Though the auspices of the Lancashire Post Janice has been put in touch with Gregory Drozdz and made aware of the diary of Mr Drozdz’s father and the online information on Polish servicemen…..

Janice said: “My admiration and respect for my father has no boundary and the more I am learning about his war experiences through research and recently through Mr Drozdz’s diary, fills me with such pride. I feel that it is so important that future generations are aware of the heroism and sacrifices that the Poles made in World War Two.”

After his first night mission from Faldingworth, Lincolnshire, (bombing Karlsruhe, Germany, in early December 1944), Henry Drozdz, accompanied by Jan Kozicki and other airmen in the Lancaster bomber) wrote: “Curiosity is coupled with quite a dose of fear -instinct of self-preservation in the face of death. The flight seems monotonous. Sometimes we pass by another Lancaster, or one passes us by. We are not flying alone but part of a large group so we have to be careful.

Polish airman Jan Kozicki's Second World War logbook

“We are getting near the target. Artillery blasts away, in front of us and below through the clouds. There is a sea of fire—the target. Karlsruhe is burning. We dive down, left, right, steady! and ... “bombs gone”. Bang! bang! Have we been hit? No, it is only the bombs going down. Now it is lighter, duck to the right, duck to the left, God save us! Beneath us the fire is awful. It is light as day.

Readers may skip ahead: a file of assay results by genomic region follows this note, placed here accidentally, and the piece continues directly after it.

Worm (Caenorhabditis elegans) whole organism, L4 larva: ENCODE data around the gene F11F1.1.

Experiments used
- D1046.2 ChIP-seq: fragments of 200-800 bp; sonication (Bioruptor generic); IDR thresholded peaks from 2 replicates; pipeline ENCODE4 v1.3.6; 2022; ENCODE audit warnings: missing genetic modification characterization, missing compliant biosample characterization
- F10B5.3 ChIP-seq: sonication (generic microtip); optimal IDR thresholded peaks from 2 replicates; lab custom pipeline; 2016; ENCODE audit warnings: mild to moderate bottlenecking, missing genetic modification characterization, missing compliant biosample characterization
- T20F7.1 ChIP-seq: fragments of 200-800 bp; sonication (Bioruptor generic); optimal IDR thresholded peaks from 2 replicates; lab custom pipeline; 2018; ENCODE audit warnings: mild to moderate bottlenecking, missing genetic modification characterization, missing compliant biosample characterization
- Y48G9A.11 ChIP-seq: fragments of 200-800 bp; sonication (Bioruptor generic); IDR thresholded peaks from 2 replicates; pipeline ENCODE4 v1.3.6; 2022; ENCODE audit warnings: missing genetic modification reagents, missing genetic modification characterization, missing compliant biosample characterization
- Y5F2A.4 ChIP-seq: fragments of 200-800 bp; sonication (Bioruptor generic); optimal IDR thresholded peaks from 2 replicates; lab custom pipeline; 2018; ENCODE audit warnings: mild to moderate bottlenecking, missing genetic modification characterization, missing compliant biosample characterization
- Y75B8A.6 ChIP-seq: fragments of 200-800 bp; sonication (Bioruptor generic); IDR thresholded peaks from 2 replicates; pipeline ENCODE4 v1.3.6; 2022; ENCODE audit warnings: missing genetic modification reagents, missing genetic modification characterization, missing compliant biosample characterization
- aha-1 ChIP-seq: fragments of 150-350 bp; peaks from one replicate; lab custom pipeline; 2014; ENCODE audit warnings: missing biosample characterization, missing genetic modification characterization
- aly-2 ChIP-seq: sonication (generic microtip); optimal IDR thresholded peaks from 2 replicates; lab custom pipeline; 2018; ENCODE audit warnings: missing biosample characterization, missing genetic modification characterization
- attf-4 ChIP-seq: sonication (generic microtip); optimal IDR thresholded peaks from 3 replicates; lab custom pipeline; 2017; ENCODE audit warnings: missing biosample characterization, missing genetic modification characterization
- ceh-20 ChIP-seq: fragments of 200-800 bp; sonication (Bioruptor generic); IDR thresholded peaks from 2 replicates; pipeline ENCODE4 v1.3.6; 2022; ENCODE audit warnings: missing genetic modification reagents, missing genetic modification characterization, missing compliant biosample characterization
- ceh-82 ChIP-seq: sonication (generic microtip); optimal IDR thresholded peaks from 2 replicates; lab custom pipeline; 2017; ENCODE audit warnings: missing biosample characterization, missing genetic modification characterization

“We are going quickly away from the target, but the fire glow remains the same, enormous, sinister patch of fire and light through the clouds. Even after an hour’s time, while already over France, the glow of burning Karlsruhe was still visible. Again with God’s help we return safely. No trouble with landing. We return together to crew quarters in a happy mood as if from the altar. After changing we go for debriefing by the intelligence officer. Afterwards tasty egg finishes off the six and a half hour flight.”

A diary kept by a Polish airman during Lancaster bomber raids on Nazi-occupied Europe is helping descendants of Polish families in Britain understand and experience the bravery of their ancestors.

Flight Sergeant Henryk Drozdz of 300 Polish Squadron, was based at Faldingworth airfield, Lincolnshire, in 1944 and 1945.

Settling in Britain after the war he had intended to translate his diaries from the conflict into English, but never got round to it, so after his death in 2008 his family arranged to have it translated.

It is now a valuable resource, available on-line, along with other research tools which are helping the grandchildren of post-war Polish immigrants to the UK learn about their families’ roots.

Henryk’s son, Gregory Drozdz, has researched both the diary, on-line lists of Polish airmen and the National Archives, and made contact with the families of some of the aircrew who were involved in the bombing campaign.

One such family is that of Jan Kozicki story who settled in Lancashire after the war (See adjoining column). Gregory said: “Jan Kozicki and dad would have shared the cockpit of the Lancaster aircraft as they flew over enemy territory.”

The Lancashire Post has recently been able to put Gregory in touch with the daughter of his father’s colleague Jan Kozicki. She is now studying the diary to learn more about her late father’s bravery during the war.

To learn more about the diaries contact Gregory Drozdz on [email protected] or on 07415 518088

List of Polish Second World War airmen here